Commissioners Nancy E. Salerno and Scott A. Barton concur in this opinion.

1 We note that extensions of time were granted during the pendency of this appeal. BACK TO TEXT

2 The relevant portion of this statute reads as follows:

Sec. 31-310. Determination of average weekly wage of injured worker. Concurrent employment. Payments from Second Injury Fund. Publication of wage tables. (a) For the purposes of this chapter, the average weekly wage shall be ascertained by dividing the total wages received by the injured employee from the employer in whose service the employee is injured during the fifty-two calendar weeks immediately preceding the week during which the employee was injured, by the number of calendar weeks during which, or any portion of which, the employee was actually employed by the employer, but, in making the computation, absence for seven consecutive calendar days, although not in the same calendar week, shall be considered as absence for a calendar week. When the employment commenced otherwise than at the beginning of a calendar week, that calendar week and wages earned during that week shall be excluded in making the computation. When the period of employment immediately preceding the injury is computed to be less than a net period of two calendar weeks, the employee’s weekly wage shall be considered to be equivalent to the average weekly wage prevailing in the same or similar employment in the same locality at the date of the injury except that, when the employer has agreed to pay a certain hourly wage to the employee, the hourly wage so agreed upon shall be the hourly wage for the injured employee and the employee’s average weekly wage shall be computed by multiplying the hourly wage by the regular number of hours that is permitted each week in accordance with the agreement. BACK TO TEXT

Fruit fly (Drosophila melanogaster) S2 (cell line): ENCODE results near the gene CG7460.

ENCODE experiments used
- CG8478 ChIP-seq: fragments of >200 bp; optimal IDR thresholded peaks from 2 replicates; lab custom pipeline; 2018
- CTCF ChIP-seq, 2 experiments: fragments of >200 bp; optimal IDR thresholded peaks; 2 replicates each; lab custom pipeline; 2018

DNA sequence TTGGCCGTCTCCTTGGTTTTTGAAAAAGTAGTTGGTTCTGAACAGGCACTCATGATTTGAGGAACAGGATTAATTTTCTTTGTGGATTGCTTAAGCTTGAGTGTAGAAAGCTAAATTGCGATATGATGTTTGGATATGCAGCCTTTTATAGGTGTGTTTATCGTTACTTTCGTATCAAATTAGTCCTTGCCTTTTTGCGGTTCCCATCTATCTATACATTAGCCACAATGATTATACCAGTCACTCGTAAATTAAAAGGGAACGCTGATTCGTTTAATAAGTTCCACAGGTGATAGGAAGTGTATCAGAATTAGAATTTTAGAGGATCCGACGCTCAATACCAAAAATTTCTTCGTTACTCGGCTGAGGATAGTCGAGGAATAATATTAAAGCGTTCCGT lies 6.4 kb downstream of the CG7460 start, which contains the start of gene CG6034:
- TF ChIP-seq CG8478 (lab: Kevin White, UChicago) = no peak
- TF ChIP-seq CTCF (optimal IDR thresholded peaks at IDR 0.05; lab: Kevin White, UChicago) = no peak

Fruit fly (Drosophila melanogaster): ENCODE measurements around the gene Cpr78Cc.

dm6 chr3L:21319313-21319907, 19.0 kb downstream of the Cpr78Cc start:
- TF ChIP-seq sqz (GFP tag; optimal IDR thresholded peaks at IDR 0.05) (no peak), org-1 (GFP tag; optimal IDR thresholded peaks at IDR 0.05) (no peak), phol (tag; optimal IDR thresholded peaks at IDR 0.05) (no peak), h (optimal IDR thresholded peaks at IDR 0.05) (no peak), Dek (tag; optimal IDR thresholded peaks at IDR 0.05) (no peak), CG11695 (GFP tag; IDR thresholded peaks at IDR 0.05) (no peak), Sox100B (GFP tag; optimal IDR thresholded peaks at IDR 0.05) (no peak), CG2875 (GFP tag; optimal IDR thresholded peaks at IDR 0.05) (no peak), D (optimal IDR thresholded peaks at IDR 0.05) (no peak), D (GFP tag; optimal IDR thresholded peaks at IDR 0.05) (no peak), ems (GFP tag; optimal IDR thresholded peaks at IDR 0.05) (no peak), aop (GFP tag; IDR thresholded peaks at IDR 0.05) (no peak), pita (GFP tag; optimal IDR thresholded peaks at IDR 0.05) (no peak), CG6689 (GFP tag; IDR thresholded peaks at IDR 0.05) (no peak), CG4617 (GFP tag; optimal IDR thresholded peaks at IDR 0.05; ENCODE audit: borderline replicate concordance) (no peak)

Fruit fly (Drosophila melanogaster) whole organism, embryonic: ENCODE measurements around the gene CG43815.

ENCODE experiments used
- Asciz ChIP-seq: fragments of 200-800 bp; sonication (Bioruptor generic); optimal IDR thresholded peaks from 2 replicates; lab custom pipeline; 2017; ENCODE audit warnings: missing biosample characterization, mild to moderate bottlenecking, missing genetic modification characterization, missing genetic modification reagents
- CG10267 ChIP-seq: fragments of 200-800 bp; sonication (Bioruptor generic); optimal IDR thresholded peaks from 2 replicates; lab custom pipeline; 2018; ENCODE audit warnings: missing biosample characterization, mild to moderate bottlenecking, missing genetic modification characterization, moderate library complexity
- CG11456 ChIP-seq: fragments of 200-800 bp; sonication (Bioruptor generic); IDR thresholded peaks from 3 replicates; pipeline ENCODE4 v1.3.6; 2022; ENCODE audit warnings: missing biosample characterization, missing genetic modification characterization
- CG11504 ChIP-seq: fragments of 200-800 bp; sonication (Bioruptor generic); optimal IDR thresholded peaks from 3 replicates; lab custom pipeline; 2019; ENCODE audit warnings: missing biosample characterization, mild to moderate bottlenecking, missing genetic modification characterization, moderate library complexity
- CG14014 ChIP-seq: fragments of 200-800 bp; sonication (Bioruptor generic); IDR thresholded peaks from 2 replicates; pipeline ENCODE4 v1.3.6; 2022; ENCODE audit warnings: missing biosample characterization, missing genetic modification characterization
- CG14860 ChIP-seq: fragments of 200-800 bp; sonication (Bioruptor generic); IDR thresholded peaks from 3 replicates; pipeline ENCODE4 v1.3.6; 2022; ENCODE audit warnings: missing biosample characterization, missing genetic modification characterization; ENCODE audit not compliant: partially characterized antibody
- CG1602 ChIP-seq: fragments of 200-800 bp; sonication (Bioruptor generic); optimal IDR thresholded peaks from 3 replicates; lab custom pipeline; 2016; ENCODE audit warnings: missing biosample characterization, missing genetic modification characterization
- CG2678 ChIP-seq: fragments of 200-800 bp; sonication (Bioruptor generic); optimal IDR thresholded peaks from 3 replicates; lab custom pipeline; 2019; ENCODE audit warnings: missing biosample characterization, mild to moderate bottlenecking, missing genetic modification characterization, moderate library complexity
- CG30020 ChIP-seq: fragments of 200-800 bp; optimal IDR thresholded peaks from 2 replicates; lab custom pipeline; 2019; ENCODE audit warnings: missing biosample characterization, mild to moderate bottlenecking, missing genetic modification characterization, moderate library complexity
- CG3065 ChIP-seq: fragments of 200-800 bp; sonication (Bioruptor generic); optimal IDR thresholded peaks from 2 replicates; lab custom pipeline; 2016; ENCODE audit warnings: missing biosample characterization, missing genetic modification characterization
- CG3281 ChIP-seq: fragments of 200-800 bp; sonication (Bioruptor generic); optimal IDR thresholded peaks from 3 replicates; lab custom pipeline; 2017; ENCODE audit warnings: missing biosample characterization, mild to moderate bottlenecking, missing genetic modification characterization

3 We note the amount of $483.37 appears, as well, in the Finding and Award. Upon review, we believe this was a scrivener’s error. BACK TO TEXT

4 This statute reads as follows:

Sec. 1-2z. Plain meaning rule. The meaning of a statute shall, in the first instance, be ascertained from the text of the statute itself and its relationship to other statutes. If, after examining such text and considering such relationship, the meaning of such text is plain and unambiguous and does not yield absurd or unworkable results, extratextual evidence of the meaning of the statute shall not be considered. BACK TO TEXT

5 A “daily wage” without setting a defined number of hours worked per day or per week would make the calculation of an hourly wage rate or weekly wage rate a factual challenge for the trial commissioner to resolve. The evidence herein is the agreement in question was verbal, as no written wage agreement was submitted as evidence. We defer to the trial commissioner’s factual determination in this case that such an agreement may not constitute an “hourly wage” agreement between the claimant and the respondent. BACK TO TEXT

6 The Fund argues on appeal that Hummel v. Marten Transport, Ltd., 282 Conn. 477 (2007) stands for the proposition that notwithstanding the “plain meaning” rule, prior precedent which has interpreted a statute should govern our present application of statutes. While we acknowledge Hummel stands for that principle, we find the case herein distinguishable from Hummel. The issue in Hummel was the “final judgment rule” which the Supreme Court held had been the subject of precedent in numerous appellate court decisions reached in the years shortly prior to the enactment of § 1-2z C.G.S. In the present case, the precedent cited by the Fund predates by over a decade the 1961 revision to Chapter 568, and predates the enactment of § 1-2z C.G.S. by over a half century. We therefore conclude the plain meaning of the statute should govern this decision. BACK TO TEXT

Workers’ Compensation Commission